In keeping with the informality of the arbitration process, the law is generally keen to uphold the validity of arbitration clauses even when they lack the normal formal language associated with legal contracts. Clauses which have been upheld include:

  • "arbitration in London - English law to apply"[6]
  • "suitable arbitration clause"[7]
  • "arbitration, if any, by ICC Rules in London"[8]

The courts have also upheld clauses which specify resolution of disputes other than in accordance with a specific legal system. These include provision indicating:

  • that the arbitrators "must not necessarily judge according to the strict law but as a general rule ought chiefly to consider the principles of practical business"[9]
  • "internationally accepted principles of law governing contractual relations"[10]

Agreements to refer disputes to arbitration generally have a special status in the eyes of the law. For example, in disputes on a contract, a common defence is to plead the contract is void and thus any claim based upon it fails. It follows that if a party successfully claims that a contract is void, then each clause contained within the contract, including the arbitration clause, would be void. However, in most common law countries, the courts have accepted that: In the law, a pleading is one of the papers filed with a court in a civil action, such as a complaint, a demurrer, or an answer. ... In law, void means of no legal effect. ... This article concerns the common-law legal system, as contrasted with the civil law legal system; for other meanings of the term, within the field of law, see common law (disambiguation). ...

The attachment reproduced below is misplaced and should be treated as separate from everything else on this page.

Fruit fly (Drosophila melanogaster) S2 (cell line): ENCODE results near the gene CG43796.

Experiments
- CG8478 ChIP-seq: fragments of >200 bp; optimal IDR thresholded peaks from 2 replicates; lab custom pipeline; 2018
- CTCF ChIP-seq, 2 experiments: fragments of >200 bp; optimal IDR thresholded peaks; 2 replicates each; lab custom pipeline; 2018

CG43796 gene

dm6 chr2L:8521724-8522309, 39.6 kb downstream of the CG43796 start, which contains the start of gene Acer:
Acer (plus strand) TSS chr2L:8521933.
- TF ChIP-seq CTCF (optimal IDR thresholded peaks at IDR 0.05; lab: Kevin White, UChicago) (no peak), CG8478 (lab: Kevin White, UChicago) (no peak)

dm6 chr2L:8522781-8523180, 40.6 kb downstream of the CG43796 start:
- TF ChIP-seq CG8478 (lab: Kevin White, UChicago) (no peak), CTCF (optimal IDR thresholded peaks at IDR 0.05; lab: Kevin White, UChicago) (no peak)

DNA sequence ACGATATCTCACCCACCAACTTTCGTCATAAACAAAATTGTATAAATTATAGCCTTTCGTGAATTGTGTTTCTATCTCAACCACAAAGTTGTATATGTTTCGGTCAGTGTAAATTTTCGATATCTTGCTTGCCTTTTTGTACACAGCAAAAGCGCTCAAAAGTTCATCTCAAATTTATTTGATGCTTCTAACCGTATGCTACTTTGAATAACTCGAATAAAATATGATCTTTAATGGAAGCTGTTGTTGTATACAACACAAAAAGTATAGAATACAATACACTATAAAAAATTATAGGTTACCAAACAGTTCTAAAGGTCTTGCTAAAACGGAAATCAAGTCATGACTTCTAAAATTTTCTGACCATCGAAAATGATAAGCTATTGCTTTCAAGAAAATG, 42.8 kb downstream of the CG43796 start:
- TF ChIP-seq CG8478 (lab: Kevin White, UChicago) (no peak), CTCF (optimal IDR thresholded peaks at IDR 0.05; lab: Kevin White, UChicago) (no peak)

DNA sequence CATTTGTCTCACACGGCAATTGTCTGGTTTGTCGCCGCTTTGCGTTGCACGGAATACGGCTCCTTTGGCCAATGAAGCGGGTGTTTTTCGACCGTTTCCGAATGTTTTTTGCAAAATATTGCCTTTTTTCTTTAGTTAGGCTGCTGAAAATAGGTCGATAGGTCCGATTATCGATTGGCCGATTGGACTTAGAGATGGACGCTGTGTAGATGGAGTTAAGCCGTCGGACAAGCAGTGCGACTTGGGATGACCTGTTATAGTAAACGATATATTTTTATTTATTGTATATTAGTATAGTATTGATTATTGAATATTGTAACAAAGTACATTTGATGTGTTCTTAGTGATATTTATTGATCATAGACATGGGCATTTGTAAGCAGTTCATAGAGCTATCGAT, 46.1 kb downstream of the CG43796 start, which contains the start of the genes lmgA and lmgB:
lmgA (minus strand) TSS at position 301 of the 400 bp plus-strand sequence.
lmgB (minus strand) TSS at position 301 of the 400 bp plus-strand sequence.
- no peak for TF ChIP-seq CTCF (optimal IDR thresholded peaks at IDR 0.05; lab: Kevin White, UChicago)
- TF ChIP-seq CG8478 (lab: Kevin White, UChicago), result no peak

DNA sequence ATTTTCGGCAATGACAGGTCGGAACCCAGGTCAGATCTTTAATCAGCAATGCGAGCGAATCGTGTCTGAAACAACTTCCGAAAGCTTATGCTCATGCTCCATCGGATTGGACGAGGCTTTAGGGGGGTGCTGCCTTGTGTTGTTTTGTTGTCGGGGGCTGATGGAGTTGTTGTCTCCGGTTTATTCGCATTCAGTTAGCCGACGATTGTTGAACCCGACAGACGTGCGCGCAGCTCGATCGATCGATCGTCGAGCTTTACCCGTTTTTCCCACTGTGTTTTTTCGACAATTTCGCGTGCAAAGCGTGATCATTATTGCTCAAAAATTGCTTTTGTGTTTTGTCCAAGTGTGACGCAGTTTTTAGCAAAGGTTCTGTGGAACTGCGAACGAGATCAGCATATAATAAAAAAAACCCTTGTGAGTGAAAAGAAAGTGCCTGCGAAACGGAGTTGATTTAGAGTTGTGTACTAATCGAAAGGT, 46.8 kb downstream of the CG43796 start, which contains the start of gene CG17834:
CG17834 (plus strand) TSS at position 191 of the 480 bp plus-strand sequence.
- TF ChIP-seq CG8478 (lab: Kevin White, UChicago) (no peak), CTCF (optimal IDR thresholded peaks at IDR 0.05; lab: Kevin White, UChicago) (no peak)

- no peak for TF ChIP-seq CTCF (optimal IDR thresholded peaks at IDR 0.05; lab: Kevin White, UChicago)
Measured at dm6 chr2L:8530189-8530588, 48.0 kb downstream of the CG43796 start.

1. a contract can only be declared void by a court or other tribunal; and
  2. if the contract (valid or otherwise) contains an arbitration clause, then the proper forum to determine whether the contract is void or not, is the arbitration tribunal.[11]